A good reading

https://github.com/robbiehanson/CocoaAsyncSocket


(Raphaël Wach) #10

Thank you all for your feedback. That’s really helpful.

I understand that there is a lot of work in progress regarding server-side Swift and I’ll keep investigating this field though as nothing looks stable for now I’ll stick on Node.js in production for a while.
An Apple application server designed for Swift would really be awesome.
Hopefully, a good news at the incoming WWDC ? Who knows :wink:

Cheers,

Raphaël

···

Le 3 mai 2016 à 23:03, Jens Alfke via swift-users <swift-users@swift.org> a écrit :

On May 3, 2016, at 12:46 PM, Gerard Iglesias <gerard_iglesias@me.com <mailto:gerard_iglesias@me.com>> wrote:

A good reading

https://github.com/robbiehanson/CocoaAsyncSocket

This is highly Mac/iOS-specific code, so it doesn’t make sense for applications targeted at servers.

Also, I’ve used CocoaAsyncSocket and it’s IMHO greatly overcomplicated for what it does. There is a LOT of code in there, and a fair amount of the complexity seems to be to work around obsolete limitations of iOS networking that are no longer relevant.

—Jens
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swift-users@swift.org
https://lists.swift.org/mailman/listinfo/swift-users


(Gerard Iglesias) #11

Jens,

I have to say that I am far from an expert in low level network coding, even if I started using Distributed object in 93 with NeXTStep, and I can build network connection with the basics, listen, bind, accept ... There is an interesting network code in swift with these basics on the IBM swift playground.

I wonder what kind of limitations are no longer relevant ?

And I found CocoaAsync very interesting to read because of the intensive use of GCD

And maybe it would be interesting to know who use what today with swift to put a server or a client in use?

Regards

Gérard

···

Le 3 mai 2016 à 23:03, Jens Alfke <jens@mooseyard.com> a écrit :

On May 3, 2016, at 12:46 PM, Gerard Iglesias <gerard_iglesias@me.com> wrote:

A good reading

https://github.com/robbiehanson/CocoaAsyncSocket

This is highly Mac/iOS-specific code, so it doesn’t make sense for applications targeted at servers.

Also, I’ve used CocoaAsyncSocket and it’s IMHO greatly overcomplicated for what it does. There is a LOT of code in there, and a fair amount of the complexity seems to be to work around obsolete limitations of iOS networking that are no longer relevant.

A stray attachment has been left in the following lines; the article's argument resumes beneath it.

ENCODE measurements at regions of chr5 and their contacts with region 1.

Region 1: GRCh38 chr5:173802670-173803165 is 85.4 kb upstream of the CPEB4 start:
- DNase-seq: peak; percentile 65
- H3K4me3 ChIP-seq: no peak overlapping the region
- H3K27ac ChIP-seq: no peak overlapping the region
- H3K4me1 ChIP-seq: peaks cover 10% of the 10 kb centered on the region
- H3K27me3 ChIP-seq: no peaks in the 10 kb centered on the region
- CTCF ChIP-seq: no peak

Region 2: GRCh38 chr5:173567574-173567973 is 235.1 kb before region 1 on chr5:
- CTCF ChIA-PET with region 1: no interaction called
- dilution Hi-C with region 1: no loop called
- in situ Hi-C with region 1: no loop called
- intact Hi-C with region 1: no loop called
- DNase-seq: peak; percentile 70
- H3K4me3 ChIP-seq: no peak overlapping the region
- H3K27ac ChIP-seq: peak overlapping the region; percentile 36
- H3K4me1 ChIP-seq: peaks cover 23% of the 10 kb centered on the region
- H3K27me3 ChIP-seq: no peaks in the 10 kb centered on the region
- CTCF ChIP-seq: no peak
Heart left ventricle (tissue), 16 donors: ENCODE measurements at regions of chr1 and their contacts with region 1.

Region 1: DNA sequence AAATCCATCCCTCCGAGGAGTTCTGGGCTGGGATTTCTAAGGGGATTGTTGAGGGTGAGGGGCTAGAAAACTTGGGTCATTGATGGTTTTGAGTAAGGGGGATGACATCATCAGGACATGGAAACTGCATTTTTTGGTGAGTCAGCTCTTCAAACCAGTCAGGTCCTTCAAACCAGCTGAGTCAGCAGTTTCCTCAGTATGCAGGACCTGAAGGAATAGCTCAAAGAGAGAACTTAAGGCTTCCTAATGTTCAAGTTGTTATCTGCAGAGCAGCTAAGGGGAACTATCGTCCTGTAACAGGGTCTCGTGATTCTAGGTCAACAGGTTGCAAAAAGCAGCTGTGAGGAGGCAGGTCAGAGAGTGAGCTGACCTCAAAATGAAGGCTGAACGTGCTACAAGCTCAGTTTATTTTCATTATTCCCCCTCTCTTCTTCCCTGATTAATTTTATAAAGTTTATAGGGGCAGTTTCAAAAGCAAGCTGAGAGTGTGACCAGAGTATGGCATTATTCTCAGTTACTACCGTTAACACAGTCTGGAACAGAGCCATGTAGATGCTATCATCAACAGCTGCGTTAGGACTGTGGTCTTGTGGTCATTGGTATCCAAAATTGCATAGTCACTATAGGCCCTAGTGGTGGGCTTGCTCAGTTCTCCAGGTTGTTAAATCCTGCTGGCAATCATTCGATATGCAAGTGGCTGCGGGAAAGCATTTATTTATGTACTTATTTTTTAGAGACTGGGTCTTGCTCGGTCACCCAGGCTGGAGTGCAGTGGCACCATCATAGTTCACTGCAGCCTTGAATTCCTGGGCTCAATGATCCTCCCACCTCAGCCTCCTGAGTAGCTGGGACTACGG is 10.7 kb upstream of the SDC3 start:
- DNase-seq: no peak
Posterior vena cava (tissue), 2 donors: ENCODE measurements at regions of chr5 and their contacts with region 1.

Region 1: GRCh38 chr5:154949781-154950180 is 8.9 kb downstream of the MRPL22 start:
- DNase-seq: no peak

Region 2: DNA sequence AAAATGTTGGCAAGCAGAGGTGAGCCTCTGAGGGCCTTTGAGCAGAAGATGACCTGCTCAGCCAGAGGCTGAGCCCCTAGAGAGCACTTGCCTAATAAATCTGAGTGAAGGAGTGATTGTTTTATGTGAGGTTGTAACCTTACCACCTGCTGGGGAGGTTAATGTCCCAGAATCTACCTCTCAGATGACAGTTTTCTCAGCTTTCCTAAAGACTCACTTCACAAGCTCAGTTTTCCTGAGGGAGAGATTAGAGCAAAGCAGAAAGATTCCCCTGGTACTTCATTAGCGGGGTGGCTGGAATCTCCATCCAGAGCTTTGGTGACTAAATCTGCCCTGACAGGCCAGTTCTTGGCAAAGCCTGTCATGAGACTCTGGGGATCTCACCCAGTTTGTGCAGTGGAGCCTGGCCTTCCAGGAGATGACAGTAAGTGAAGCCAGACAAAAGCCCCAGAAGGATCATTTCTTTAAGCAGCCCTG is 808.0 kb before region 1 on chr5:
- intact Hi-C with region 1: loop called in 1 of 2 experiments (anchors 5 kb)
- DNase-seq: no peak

—Jens


(Fareed Quraishi) #12

Don't know if I'm late to this conversation. I have been using the perfect
<http://perfect.org> platform for server-side swift. My understanding was
it is the most robust platform, but I'm using it because my boss said so. I
haven't had any problems and I'm finding the community around it is growing
solid. If you want to give it a try, this tutorial
<https://medium.com/@abjurato/swift-perfect-mustache-and-postgresql-on-heroku-48d483fe8489#.4z8r26myq>
is pretty solid.

Thanks,
Fareed

···

On Sun, May 8, 2016 at 1:08 PM, Gerard Iglesias via swift-users < swift-users@swift.org> wrote:

Jens,

I have to say that I am far from an expert in low level network coding,
even if I started using Distributed object in 93 with NeXTStep, and I can
build network connection with the basics, listen, bind, accept ... There is
an interesting network code in swift with these basics on the IBM swift
playground.

I wonder what kind of limitations are no longer relevant ?

And I found CocoaAsync very interesting to read because of the intensive
use of GCD

And maybe it would be interesting to know who use what today with swift to
put a server or a client in use?

Regards

Gérard

Le 3 mai 2016 à 23:03, Jens Alfke <jens@mooseyard.com> a écrit :

On May 3, 2016, at 12:46 PM, Gerard Iglesias <gerard_iglesias@me.com> > wrote:

A good reading

https://github.com/robbiehanson/CocoaAsyncSocket

This is highly Mac/iOS-specific code, so it doesn’t make sense for
applications targeted at servers.

Also, I’ve used CocoaAsyncSocket and it’s IMHO greatly overcomplicated for
what it does. There is a LOT of code in there, and a fair amount of the
complexity seems to be to work around obsolete limitations of iOS
networking that are no longer relevant.

—Jens